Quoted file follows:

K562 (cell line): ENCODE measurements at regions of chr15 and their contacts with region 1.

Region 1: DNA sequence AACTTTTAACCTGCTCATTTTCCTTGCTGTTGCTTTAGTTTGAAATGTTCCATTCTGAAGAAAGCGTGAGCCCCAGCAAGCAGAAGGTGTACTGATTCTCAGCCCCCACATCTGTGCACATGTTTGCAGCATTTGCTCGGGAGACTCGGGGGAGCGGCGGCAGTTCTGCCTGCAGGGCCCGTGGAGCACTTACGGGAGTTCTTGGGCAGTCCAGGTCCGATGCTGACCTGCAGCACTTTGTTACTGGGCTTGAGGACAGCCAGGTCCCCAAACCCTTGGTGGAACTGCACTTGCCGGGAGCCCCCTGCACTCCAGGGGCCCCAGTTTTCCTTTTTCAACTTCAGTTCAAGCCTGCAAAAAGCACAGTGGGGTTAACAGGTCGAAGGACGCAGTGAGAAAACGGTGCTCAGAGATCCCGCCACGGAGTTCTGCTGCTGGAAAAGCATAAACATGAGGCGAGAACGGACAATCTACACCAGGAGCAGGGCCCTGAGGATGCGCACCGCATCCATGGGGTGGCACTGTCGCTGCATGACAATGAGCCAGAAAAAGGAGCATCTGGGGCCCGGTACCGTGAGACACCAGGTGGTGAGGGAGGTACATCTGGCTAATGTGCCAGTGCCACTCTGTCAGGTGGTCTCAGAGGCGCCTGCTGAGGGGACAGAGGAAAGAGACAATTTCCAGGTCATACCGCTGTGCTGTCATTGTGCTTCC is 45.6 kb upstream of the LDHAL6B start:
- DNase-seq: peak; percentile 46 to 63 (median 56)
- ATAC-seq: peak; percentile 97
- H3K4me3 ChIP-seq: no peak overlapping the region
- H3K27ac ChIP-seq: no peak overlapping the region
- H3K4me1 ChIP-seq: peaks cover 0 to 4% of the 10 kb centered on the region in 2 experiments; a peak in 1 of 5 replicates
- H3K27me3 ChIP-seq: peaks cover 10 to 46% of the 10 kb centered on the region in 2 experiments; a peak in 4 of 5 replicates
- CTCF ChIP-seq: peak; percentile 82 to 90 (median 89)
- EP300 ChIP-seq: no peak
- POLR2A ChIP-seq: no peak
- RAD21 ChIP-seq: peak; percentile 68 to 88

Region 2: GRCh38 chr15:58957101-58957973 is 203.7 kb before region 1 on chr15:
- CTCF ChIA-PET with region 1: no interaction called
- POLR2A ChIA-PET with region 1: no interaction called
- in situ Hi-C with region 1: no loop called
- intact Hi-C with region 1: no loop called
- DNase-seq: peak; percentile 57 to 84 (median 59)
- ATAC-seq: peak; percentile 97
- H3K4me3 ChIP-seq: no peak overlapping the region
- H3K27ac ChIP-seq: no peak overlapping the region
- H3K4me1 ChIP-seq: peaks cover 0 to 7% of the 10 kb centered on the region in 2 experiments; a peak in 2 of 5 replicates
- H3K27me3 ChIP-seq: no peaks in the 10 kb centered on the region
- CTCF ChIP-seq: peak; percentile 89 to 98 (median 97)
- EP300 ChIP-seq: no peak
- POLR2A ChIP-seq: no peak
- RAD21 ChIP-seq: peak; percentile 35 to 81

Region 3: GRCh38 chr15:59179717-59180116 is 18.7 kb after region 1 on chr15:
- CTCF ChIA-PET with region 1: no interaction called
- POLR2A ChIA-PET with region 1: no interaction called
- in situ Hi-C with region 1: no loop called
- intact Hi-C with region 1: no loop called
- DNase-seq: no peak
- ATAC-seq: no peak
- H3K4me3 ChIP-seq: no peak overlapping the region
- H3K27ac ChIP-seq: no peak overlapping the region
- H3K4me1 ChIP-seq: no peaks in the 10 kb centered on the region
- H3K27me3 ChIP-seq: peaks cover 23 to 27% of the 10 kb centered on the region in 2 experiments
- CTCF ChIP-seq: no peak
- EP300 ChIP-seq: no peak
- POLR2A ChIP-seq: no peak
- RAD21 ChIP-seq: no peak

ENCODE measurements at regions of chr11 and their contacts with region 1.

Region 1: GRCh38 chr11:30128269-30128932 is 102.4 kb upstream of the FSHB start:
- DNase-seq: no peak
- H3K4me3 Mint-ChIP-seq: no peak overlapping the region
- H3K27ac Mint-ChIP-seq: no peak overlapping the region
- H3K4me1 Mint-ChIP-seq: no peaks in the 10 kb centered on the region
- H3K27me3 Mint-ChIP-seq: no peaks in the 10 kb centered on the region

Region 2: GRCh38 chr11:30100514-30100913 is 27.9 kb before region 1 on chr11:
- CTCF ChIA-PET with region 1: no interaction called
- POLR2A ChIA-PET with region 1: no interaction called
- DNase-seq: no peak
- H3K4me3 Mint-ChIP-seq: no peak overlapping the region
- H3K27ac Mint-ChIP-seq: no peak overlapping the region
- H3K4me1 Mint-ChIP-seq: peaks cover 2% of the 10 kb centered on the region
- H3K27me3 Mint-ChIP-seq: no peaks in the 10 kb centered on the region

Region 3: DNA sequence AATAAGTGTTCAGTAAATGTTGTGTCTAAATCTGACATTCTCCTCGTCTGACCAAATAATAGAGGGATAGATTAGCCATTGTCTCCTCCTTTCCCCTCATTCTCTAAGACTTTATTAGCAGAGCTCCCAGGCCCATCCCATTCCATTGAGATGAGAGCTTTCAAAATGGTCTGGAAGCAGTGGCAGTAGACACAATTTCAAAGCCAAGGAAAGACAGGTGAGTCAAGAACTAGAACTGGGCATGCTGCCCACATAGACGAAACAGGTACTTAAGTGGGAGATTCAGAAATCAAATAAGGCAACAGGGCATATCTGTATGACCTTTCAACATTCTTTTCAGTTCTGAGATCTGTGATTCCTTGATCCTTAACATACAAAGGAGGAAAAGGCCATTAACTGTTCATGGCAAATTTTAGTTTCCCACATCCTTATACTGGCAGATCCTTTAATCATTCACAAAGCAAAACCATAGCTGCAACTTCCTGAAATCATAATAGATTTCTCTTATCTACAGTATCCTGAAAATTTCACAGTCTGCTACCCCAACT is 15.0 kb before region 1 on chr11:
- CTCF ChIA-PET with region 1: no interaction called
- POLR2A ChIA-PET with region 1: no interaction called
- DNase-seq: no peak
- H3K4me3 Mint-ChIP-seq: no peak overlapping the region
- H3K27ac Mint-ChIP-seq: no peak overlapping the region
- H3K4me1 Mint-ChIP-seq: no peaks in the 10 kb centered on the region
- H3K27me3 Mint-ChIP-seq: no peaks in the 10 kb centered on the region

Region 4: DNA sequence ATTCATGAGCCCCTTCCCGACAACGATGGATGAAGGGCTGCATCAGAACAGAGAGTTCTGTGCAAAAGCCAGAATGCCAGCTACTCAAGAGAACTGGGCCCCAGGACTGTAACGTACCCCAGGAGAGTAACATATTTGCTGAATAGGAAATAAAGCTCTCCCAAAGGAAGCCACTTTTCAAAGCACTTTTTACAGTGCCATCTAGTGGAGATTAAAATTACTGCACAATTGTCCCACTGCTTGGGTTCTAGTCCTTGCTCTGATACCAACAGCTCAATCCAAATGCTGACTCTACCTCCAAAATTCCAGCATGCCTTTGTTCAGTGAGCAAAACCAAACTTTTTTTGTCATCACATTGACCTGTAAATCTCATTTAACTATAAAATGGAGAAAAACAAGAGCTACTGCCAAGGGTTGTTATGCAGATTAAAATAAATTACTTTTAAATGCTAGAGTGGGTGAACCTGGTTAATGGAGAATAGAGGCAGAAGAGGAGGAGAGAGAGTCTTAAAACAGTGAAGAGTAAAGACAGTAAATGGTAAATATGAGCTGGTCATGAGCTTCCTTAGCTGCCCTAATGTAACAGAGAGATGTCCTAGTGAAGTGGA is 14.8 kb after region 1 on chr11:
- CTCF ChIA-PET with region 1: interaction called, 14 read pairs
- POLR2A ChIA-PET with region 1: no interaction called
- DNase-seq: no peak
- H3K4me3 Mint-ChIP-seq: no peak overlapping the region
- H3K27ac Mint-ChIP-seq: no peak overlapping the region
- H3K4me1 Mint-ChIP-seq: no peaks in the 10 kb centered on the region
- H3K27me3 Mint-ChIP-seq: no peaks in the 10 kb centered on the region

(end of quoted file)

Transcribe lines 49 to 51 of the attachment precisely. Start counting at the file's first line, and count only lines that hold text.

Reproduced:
- H3K27me3 Mint-ChIP-seq: no peaks in the 10 kb centered on the region

Region 2: GRCh38 chr11:30100514-30100913 is 27.9 kb before region 1 on chr11:
- CTCF ChIA-PET with region 1: no interaction called